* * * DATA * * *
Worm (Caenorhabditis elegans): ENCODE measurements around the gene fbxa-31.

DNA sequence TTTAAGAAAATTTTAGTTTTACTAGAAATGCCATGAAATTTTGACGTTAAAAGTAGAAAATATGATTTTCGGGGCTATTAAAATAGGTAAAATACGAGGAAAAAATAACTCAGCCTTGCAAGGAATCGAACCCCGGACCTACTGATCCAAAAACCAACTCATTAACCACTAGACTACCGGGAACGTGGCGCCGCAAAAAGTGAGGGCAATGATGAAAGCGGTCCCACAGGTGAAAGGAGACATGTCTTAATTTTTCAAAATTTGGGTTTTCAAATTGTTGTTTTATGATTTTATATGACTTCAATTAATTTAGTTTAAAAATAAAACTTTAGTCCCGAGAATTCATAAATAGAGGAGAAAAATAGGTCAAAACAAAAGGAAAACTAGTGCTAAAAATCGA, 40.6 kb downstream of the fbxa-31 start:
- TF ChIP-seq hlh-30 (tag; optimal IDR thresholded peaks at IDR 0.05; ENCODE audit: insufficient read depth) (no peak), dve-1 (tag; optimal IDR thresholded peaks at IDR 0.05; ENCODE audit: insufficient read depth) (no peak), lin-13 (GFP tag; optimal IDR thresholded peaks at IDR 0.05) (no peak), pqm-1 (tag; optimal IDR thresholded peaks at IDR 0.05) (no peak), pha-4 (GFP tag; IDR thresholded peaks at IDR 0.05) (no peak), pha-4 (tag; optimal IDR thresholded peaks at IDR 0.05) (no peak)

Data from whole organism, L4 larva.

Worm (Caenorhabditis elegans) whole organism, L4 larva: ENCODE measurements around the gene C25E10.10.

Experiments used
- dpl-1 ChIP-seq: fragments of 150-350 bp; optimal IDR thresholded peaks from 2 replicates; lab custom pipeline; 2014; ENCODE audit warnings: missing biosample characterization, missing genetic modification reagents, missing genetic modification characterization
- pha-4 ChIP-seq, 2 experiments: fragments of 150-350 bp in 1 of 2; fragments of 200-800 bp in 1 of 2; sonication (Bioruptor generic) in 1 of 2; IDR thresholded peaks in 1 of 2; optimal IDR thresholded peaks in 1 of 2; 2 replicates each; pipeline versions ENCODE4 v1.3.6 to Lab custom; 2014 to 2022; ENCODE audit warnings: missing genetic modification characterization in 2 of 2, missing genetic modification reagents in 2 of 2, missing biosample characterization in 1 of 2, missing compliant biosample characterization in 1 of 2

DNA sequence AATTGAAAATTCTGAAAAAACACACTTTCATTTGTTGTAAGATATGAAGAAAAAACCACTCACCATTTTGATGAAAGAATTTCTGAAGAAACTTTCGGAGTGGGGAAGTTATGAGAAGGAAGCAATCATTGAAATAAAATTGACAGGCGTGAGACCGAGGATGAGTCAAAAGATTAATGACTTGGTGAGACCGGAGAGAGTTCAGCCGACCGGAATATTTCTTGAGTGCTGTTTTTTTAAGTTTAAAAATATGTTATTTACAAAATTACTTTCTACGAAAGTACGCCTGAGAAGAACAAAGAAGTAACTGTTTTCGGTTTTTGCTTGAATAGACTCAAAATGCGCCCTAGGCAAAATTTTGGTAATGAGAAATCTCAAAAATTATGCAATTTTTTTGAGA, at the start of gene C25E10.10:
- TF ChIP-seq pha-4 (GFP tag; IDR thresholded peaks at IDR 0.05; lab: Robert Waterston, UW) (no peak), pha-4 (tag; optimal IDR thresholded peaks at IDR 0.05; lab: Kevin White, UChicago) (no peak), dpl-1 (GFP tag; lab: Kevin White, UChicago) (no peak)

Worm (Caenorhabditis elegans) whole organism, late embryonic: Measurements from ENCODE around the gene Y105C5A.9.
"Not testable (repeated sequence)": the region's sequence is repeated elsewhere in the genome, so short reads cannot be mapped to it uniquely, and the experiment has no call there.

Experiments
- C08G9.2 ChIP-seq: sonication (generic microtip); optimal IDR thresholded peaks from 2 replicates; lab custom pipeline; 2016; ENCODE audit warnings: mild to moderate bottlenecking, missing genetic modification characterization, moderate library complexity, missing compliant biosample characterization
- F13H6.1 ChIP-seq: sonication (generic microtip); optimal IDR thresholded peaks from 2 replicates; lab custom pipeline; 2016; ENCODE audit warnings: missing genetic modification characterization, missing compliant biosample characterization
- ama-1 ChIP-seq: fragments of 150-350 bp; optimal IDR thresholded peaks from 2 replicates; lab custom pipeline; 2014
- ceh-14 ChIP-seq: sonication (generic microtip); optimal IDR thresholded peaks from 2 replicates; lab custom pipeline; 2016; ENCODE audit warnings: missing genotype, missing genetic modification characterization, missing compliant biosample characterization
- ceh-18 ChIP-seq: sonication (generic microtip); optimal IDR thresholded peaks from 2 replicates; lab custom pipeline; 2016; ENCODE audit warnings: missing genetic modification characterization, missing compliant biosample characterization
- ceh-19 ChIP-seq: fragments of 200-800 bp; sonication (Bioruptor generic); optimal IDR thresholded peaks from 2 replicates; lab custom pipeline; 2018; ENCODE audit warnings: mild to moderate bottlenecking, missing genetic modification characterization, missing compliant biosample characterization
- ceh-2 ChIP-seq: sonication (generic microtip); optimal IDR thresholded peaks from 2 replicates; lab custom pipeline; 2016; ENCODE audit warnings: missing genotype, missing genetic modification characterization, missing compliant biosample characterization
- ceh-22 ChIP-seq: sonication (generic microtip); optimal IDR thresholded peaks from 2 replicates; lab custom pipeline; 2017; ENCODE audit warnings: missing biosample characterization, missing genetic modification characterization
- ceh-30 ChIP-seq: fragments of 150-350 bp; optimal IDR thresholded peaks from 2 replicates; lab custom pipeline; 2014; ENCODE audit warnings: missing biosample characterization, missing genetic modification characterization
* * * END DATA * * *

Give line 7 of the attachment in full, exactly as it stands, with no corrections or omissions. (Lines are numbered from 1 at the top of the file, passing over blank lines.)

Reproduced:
- dpl-1 ChIP-seq: fragments of 150-350 bp; optimal IDR thresholded peaks from 2 replicates; lab custom pipeline; 2014; ENCODE audit warnings: missing biosample characterization, missing genetic modification reagents, missing genetic modification characterization